* * * * * * *


We Defend:

    From ancient times to the present day the lawyer has waged a constant fight to preserve and protect property rights and personal liberties.

    Since the early days of Muscatine County, the members of the legal profession have played a vital part in the orderly development of its civil, cultural and industrial life. No where over the nation have members of the legal profession guarded human liberties more ably.

    Muscatine may well be proud of the efforts and accomplishments of her early members of the legal profession in carving an orderly society out of the wilderness. Today the lawyers of Muscatine County are just as zealous and just as willing to take their place in the community and to defend the rights and liberties of the citizens as was the pioneer lawyer.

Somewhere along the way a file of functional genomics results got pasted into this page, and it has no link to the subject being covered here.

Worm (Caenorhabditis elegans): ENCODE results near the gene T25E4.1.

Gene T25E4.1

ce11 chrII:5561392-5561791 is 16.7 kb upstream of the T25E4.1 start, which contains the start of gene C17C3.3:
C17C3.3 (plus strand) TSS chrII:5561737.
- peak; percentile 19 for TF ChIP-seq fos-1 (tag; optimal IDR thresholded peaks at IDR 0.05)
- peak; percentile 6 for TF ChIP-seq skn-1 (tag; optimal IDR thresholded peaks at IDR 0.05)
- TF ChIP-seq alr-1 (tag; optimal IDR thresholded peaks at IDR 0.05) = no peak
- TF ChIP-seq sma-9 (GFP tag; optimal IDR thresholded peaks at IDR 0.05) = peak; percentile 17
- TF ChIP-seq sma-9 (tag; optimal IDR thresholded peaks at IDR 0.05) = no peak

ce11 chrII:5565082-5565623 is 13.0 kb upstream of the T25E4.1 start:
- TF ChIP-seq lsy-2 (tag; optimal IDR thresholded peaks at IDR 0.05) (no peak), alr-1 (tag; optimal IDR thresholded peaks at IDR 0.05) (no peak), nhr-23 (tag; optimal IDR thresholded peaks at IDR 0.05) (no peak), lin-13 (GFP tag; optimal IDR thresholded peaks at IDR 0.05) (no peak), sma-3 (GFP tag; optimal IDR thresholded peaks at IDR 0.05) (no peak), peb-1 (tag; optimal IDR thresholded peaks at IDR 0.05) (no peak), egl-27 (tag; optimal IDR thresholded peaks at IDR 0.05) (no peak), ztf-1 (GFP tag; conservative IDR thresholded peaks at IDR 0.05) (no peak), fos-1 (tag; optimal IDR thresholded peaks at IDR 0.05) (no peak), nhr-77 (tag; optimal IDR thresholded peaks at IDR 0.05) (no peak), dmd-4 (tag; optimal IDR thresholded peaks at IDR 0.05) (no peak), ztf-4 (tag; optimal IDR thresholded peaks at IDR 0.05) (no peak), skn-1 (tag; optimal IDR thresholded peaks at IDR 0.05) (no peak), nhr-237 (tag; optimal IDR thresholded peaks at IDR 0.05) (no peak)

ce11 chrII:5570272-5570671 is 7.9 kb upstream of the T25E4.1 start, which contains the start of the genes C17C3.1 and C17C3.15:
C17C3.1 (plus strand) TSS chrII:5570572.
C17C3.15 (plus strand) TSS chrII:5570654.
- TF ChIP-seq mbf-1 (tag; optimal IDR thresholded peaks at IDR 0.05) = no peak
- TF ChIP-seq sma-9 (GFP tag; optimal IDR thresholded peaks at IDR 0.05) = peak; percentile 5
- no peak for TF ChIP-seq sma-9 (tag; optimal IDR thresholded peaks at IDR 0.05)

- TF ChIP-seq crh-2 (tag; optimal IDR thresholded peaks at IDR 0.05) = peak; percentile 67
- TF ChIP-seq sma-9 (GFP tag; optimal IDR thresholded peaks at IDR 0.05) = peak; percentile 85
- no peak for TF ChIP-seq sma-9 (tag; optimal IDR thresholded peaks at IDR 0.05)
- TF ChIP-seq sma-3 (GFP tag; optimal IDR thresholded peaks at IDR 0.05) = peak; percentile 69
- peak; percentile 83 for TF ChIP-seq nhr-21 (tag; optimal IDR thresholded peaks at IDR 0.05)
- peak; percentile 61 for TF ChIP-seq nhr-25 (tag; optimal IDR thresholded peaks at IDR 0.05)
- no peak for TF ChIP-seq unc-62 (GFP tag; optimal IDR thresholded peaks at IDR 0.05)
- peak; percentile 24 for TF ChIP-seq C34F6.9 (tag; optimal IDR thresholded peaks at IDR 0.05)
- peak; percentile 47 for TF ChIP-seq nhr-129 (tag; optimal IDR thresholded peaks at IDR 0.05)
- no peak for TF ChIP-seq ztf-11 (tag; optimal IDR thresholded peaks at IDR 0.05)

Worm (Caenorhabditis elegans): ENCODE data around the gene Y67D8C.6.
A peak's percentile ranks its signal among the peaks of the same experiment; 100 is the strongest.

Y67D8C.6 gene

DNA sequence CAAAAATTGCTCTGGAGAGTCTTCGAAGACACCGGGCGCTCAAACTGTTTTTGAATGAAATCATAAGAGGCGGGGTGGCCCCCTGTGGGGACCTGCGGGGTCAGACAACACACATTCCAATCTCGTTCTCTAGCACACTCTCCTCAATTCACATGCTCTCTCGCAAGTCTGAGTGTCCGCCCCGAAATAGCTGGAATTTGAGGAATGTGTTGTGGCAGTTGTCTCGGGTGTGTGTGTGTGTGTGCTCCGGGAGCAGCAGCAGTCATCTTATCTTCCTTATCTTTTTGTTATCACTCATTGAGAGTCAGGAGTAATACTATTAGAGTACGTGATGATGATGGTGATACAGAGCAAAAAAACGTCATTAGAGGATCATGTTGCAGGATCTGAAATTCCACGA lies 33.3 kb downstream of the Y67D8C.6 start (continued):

Muscatine County Bar Association

Its Secretary Its President


Allbee, G. Hanley, Chas. P. Rosenberger, Charles J.
Allbee, Harvey G. Hoffman, Arthur Schauland, O. E.
Bihlmeier, F. L. Jackson, D. V. Stafford, C. R.
Brooke, Robert Kammerer, R. J. Stapleton, M. W.
Chance, Hugh E. Jackson, F. S. Stohr, Robert K.
Coster, J. C. Kautz, Harold L. Titus, G. M.
Crull, L. A. Keele, Harold O. Thompson, H. G.
Drake, Frank Kemble, J. M. Thompson, R. U.
Eckhardt, A. Wayne Martin, F. A. Tipton, E. R.
Erwin, Earl C. McIntosh, J. E. Tipton, R. G.
Eversmeyer, F. W. Mead, E. W. Van Nice, L. W.
Fishburn, C. H. Pentzer, Fred S. Wilson, Harold E.
Fishburn, J. J. Perigo, L. J. Whitmer, A. R.
Hakes, C. C. Randall, W. D. Westrate, Matthew

* * * * * * *

Return to Centennial Table of Contents Page

Back to the Muscatine Co. IAGenWeb, Index Page

Page created June 5, 2012 by Lynn McCleary